Now, on Ms. Johnson’s behalf, she very likely did the best she could with the sources available to her.  Further, since her research notes for the book are housed at the Tennessee State Library and Archives it is possible to check her sources.  Another quick example: for Vine Street Christian Church she has a rather long (comparatively speaking…it is a column or more of text) description of the congregation.  My hunch is that it was supplied by someone at Vine Street…Eva Jean Wrather is suspect No. 1.  If Ms. Johnson was supplied information by a member at a congregation she likely had little reason to doubt its accuracy, especially when she had over two hundred churches on her radar screen for this book.  I think its fair to point this out.  I haven’t looked at her research at TSLA, but I’m interested to see what she had available to her.  At the same time, it is fair to point our inaccuracies and errors of fact.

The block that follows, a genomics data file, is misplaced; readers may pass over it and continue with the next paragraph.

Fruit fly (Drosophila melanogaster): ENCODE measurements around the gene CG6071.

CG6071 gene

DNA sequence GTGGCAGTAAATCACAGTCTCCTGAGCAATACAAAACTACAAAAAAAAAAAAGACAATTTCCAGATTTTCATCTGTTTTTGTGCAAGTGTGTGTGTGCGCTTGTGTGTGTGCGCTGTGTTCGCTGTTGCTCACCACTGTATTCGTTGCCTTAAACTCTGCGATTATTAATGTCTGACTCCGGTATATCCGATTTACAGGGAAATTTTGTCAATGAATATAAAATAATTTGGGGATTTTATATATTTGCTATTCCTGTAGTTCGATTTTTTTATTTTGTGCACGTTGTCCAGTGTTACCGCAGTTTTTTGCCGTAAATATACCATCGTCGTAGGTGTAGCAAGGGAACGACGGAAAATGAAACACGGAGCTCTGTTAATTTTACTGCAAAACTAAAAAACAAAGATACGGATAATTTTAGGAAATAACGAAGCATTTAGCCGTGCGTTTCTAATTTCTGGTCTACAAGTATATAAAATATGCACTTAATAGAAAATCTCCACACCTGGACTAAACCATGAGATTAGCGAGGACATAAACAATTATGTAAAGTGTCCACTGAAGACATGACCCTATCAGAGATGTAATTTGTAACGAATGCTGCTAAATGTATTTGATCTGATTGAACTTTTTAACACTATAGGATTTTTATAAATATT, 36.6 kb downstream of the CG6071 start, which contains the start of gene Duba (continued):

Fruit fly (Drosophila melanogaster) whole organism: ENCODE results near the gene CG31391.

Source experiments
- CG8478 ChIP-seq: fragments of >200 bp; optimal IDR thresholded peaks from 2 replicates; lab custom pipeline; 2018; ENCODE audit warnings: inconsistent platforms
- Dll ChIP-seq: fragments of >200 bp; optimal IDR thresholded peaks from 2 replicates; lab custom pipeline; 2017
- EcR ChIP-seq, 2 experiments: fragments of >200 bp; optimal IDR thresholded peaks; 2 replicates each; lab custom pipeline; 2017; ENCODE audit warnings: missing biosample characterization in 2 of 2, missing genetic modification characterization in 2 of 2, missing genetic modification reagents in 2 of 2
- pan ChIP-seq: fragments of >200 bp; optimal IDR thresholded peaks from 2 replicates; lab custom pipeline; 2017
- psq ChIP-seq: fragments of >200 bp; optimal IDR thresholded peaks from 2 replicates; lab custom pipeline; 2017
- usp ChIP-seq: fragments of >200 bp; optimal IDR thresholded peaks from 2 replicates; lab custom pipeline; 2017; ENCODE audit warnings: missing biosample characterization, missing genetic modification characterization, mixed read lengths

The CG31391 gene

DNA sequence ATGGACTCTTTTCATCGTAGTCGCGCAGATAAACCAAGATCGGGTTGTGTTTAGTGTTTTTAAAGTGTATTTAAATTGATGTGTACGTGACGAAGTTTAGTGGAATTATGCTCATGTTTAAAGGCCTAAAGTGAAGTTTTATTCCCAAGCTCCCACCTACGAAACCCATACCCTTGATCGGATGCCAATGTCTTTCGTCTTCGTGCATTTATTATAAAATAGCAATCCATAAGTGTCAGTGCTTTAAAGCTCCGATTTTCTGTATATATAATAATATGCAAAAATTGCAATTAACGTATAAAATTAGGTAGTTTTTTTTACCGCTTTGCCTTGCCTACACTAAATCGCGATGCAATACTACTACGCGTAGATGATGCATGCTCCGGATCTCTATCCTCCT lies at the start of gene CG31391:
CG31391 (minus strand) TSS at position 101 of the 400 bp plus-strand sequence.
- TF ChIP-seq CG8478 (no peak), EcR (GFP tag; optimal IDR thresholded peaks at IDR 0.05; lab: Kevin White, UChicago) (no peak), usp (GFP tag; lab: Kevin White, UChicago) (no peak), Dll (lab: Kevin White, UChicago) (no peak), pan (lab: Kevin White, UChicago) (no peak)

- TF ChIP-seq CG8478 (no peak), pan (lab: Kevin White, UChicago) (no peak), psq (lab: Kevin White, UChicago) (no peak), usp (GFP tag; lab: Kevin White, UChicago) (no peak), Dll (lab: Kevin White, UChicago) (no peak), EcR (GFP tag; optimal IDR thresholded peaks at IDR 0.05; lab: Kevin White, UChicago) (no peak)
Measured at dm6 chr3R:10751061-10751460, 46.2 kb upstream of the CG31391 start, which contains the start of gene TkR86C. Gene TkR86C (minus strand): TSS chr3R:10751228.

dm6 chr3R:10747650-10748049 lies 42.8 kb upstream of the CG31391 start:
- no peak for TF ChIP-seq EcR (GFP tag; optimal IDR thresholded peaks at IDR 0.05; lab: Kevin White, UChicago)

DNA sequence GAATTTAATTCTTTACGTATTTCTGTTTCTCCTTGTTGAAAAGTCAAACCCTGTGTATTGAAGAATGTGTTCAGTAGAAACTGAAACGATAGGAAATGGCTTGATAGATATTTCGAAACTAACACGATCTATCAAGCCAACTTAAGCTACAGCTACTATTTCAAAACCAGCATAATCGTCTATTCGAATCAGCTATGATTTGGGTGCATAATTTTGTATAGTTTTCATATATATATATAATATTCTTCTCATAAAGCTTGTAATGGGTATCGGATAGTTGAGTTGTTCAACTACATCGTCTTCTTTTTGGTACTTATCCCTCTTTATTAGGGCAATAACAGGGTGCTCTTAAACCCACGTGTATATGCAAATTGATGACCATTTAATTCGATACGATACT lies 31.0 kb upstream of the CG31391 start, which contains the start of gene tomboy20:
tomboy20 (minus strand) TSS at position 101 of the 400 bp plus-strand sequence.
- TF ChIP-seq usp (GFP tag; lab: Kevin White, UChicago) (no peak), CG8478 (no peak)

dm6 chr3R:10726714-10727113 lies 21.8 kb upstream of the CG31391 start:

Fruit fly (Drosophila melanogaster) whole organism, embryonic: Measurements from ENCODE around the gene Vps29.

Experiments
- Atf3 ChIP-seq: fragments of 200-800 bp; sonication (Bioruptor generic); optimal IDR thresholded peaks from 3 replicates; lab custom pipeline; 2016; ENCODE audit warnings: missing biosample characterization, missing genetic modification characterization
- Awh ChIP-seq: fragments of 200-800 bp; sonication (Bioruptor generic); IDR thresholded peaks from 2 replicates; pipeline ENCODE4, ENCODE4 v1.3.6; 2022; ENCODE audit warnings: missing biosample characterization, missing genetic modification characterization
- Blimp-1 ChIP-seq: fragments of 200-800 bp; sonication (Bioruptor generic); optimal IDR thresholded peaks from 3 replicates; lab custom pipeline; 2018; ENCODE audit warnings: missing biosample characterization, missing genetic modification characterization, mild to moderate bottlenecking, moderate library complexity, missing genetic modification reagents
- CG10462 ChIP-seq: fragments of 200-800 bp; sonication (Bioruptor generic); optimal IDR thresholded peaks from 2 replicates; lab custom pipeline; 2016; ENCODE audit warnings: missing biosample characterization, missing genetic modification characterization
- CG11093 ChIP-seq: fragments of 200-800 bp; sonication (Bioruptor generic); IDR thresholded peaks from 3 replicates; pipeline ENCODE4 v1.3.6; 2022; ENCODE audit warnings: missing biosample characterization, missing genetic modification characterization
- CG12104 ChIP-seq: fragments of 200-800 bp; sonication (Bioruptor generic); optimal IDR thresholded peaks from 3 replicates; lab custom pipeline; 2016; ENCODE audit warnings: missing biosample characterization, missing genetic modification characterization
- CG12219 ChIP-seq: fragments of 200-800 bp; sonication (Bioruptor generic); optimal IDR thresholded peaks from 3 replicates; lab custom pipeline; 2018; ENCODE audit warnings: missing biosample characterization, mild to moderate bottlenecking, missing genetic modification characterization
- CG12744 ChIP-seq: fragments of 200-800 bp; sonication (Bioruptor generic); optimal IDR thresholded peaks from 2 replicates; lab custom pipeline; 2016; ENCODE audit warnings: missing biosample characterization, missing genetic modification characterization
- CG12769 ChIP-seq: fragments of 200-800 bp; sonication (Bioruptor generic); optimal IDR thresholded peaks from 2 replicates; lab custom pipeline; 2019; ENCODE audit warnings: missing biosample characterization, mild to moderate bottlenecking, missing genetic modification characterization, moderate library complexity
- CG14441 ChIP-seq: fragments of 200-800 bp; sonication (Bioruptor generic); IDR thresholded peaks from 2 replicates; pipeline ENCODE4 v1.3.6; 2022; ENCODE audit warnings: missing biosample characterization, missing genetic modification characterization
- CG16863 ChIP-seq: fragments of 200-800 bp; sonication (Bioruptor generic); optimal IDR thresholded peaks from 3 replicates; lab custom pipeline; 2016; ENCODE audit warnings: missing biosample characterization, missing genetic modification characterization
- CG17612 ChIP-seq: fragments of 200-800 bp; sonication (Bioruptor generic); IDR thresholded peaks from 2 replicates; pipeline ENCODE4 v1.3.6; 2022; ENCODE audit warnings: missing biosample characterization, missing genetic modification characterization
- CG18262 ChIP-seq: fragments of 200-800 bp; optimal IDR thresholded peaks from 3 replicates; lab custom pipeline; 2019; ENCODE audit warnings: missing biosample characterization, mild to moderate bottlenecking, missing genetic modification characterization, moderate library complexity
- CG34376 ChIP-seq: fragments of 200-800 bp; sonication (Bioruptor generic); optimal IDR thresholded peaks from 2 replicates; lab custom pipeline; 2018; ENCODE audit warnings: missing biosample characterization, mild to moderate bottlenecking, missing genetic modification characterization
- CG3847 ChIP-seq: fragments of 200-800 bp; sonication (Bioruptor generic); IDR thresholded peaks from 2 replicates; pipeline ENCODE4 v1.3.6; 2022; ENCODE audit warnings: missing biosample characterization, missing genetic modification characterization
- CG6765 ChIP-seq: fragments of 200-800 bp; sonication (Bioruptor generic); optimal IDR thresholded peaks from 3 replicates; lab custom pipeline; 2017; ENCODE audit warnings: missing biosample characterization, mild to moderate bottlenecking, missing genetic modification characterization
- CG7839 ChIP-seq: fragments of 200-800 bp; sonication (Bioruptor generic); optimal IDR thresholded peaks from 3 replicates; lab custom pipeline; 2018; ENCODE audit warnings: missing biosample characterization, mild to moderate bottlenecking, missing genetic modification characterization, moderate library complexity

A Treasury of Tennessee Churches is out of print, but worth finding.  Johnson has written clear and succint descriptions and Brachey’s photographs provide not only illustration but documentation.  It may be that some of the buildings in this book are no longer standing.  It is an excellent starting point for historical research and a fine model for bringing academic and architectural research to the public in an accessible manner.  A volume like this for each county in Tennessee would be marvelous.   It is a beautiful book which accomplishes what it intends to do: to chronicle in brief text and photograph the rich treasury of Tennessee churches.

Book Review: Nashville Historical Newsletter Anthologies

Mike SLATE and Kathy LAUDER, eds. The Confederate Twenty-Dollar Irony and Other Essays from the Nashville Historical Newsletter. Nashville: Nashville Historical Newsletter, 2004. 72 pp.

Kathy LAUDER and Mike SLATE, eds. From Knickers to Body Stockings and Other Essays from the Nashville Historical Newsletter. Nashville: Nashville Historical Newsletter, 2006. 89 pp.